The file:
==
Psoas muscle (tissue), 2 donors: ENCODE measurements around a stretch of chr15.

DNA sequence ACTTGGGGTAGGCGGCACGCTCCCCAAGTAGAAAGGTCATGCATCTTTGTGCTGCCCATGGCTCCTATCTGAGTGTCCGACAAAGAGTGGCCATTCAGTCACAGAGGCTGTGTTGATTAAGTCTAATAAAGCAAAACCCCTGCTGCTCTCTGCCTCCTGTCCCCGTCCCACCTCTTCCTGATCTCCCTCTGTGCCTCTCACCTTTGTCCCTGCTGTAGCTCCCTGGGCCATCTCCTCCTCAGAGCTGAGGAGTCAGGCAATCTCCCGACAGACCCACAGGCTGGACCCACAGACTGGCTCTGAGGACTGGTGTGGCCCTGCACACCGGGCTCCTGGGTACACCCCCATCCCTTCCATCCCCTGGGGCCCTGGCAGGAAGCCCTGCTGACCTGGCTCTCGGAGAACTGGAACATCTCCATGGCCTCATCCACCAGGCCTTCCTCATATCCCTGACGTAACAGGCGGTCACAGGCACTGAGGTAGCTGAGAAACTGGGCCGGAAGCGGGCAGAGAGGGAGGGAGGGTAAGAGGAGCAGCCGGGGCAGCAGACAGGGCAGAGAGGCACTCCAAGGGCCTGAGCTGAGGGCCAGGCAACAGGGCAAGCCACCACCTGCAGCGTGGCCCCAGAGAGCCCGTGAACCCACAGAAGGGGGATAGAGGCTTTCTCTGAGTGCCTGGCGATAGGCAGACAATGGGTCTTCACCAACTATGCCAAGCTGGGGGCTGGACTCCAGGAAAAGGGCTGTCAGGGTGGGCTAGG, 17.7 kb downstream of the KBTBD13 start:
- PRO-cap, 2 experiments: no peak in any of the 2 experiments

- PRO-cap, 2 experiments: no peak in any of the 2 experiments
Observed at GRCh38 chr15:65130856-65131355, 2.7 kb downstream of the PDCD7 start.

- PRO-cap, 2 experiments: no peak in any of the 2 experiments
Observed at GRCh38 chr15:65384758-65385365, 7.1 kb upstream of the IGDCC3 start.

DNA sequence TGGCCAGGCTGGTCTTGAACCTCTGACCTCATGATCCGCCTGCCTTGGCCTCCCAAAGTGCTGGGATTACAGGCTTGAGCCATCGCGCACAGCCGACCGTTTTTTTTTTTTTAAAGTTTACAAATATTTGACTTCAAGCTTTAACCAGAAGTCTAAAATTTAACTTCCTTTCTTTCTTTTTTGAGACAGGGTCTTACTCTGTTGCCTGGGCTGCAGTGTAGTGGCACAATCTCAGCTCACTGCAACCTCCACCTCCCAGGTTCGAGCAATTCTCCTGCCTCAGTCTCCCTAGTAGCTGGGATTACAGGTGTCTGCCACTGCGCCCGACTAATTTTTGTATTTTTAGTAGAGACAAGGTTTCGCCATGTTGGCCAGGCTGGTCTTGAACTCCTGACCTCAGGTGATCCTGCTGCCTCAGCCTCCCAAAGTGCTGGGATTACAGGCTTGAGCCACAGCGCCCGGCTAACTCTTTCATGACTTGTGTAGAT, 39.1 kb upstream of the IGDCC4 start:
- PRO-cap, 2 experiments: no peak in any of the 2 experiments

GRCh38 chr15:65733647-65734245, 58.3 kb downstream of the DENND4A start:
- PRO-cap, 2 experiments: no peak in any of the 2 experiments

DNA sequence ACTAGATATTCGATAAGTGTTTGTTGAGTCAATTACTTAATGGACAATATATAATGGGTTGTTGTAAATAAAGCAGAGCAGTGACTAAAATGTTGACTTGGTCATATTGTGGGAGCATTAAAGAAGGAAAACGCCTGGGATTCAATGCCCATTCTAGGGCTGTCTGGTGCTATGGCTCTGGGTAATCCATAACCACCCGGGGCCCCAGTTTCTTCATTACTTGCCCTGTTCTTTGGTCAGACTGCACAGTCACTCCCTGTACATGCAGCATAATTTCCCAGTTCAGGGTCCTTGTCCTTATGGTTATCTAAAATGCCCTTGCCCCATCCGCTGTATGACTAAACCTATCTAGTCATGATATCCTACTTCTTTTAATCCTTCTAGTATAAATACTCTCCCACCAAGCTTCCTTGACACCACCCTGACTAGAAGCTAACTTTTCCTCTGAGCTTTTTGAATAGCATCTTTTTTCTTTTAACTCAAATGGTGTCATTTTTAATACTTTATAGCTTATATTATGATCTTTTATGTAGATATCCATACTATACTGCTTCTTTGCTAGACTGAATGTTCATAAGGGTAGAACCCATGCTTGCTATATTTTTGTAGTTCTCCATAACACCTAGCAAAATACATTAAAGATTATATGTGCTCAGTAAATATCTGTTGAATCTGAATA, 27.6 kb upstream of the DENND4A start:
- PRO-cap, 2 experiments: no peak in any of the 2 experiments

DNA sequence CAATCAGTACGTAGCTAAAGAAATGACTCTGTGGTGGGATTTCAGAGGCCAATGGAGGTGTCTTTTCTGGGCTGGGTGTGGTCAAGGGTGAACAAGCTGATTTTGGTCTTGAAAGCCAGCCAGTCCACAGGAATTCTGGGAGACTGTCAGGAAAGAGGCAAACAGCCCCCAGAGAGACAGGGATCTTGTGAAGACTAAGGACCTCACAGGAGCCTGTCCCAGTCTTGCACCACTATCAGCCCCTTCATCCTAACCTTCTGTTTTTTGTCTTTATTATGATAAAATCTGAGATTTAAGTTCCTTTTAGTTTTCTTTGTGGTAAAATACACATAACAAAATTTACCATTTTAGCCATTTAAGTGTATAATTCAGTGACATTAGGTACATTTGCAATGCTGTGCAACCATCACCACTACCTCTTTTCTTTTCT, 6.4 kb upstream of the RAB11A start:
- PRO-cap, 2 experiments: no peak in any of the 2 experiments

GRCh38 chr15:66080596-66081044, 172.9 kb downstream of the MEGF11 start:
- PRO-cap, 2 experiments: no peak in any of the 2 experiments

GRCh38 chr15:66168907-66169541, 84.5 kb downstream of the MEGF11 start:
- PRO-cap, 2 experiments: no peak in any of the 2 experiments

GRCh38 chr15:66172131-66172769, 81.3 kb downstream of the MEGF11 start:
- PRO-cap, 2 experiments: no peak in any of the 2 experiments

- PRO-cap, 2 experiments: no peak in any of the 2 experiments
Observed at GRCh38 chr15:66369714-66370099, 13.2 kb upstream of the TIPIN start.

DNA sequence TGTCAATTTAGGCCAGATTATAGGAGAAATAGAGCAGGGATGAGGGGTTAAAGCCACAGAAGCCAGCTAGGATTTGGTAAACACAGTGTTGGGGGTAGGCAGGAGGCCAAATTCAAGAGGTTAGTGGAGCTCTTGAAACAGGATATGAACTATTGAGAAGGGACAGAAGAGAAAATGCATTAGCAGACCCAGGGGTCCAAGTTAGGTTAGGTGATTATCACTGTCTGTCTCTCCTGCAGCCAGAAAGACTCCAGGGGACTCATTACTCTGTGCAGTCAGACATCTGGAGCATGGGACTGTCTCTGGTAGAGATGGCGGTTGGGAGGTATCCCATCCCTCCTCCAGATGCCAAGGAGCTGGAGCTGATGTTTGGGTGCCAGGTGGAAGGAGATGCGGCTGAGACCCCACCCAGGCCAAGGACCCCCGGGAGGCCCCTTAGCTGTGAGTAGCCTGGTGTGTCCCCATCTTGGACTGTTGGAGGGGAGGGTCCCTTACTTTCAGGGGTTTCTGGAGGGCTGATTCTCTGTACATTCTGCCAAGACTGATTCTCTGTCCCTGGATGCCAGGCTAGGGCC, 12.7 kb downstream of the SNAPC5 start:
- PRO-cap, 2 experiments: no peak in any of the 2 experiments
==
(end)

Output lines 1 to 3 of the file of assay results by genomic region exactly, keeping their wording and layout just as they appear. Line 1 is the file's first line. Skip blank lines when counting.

Psoas muscle (tissue), 2 donors: ENCODE measurements around a stretch of chr15.

DNA sequence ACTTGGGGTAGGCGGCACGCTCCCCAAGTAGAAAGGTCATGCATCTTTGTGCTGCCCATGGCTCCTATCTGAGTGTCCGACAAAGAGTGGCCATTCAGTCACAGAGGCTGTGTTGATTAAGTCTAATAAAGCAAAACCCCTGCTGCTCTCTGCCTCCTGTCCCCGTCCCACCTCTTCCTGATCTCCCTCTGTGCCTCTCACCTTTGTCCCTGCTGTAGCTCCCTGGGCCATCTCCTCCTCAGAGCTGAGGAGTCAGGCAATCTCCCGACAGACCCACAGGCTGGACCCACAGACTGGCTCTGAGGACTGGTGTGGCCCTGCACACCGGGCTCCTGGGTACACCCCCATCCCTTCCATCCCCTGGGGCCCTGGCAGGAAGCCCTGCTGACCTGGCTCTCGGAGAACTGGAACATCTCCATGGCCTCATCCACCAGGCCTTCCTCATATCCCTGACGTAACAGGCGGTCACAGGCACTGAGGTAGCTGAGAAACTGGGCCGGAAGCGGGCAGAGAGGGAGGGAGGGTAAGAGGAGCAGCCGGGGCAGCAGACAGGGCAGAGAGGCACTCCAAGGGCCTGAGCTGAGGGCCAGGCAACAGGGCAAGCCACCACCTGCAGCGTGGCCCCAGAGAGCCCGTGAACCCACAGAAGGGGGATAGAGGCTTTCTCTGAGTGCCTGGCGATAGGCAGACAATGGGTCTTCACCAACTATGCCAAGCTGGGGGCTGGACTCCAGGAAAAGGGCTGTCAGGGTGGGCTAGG, 17.7 kb downstream of the KBTBD13 start:
- PRO-cap, 2 experiments: no peak in any of the 2 experiments